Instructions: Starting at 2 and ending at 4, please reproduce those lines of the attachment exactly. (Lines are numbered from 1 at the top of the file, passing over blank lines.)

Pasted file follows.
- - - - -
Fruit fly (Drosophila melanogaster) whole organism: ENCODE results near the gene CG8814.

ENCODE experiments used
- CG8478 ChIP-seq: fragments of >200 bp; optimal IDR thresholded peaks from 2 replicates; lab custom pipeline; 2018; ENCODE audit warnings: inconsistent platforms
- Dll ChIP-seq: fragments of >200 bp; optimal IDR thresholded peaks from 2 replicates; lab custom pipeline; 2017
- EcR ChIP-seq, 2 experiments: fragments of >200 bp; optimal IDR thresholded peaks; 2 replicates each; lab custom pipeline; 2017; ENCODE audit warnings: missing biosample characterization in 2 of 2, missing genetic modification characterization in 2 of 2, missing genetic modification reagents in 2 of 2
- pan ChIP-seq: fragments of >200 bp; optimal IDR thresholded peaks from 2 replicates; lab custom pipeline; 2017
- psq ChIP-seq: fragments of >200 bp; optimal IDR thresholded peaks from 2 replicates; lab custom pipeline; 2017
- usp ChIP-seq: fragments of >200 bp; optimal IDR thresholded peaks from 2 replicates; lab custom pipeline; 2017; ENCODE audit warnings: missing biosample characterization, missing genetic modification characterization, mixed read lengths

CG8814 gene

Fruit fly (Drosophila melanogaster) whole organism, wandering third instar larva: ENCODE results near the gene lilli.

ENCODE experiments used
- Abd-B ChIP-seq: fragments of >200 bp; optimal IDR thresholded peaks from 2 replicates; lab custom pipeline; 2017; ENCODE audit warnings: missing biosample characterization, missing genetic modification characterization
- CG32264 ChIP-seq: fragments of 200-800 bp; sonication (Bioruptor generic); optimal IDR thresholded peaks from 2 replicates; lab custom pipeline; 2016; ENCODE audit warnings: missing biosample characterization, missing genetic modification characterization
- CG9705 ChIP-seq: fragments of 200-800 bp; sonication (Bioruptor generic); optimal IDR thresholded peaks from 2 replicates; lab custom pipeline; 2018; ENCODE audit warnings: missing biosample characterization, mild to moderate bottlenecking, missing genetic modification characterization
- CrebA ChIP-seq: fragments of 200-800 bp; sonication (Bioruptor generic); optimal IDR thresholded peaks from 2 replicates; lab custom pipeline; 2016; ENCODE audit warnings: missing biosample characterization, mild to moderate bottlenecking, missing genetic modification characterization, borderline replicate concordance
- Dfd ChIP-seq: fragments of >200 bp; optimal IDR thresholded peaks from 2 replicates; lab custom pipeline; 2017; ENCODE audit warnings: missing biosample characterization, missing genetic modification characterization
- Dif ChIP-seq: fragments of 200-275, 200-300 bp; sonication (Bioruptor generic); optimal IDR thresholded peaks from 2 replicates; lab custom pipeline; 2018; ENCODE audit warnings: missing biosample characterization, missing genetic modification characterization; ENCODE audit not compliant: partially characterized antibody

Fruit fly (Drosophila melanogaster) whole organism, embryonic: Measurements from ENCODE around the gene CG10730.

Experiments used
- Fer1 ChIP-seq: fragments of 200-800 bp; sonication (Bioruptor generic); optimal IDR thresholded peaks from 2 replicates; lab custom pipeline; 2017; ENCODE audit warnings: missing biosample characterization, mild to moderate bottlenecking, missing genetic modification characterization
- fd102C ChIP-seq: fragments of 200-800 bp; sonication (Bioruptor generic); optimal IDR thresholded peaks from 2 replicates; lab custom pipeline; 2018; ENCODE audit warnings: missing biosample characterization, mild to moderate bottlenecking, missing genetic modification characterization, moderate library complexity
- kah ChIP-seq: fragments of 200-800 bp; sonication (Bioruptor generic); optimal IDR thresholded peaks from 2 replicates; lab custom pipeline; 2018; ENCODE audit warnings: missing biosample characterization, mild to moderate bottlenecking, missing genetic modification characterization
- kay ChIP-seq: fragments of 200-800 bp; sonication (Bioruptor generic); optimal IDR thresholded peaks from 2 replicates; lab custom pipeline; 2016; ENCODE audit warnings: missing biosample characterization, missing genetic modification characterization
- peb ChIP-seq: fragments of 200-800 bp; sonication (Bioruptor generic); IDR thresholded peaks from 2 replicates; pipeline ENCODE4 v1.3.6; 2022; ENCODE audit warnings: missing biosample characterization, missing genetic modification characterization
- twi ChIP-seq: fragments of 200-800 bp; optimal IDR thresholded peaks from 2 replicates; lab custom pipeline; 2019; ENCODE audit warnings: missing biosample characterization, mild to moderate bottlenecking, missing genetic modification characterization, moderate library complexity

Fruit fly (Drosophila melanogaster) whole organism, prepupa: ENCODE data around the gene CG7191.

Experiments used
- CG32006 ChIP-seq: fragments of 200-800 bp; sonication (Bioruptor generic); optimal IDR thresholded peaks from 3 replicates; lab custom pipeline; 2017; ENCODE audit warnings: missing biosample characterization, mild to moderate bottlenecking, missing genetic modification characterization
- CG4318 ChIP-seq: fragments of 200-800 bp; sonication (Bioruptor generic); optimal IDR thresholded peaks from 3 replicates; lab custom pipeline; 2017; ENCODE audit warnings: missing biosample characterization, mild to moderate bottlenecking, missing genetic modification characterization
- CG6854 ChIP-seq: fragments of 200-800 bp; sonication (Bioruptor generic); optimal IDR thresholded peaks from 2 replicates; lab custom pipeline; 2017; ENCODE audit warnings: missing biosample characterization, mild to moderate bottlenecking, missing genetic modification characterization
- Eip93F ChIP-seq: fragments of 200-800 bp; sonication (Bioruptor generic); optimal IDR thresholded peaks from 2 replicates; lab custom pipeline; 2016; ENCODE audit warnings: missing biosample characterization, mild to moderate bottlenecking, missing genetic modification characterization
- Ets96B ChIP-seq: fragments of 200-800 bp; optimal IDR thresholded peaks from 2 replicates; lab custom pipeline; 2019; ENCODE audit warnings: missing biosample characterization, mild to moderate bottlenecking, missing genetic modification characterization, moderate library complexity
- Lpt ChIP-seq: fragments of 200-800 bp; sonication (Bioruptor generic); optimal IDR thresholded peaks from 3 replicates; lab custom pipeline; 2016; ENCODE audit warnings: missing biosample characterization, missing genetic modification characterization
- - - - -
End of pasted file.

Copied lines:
ENCODE experiments used
- CG8478 ChIP-seq: fragments of >200 bp; optimal IDR thresholded peaks from 2 replicates; lab custom pipeline; 2018; ENCODE audit warnings: inconsistent platforms
- Dll ChIP-seq: fragments of >200 bp; optimal IDR thresholded peaks from 2 replicates; lab custom pipeline; 2017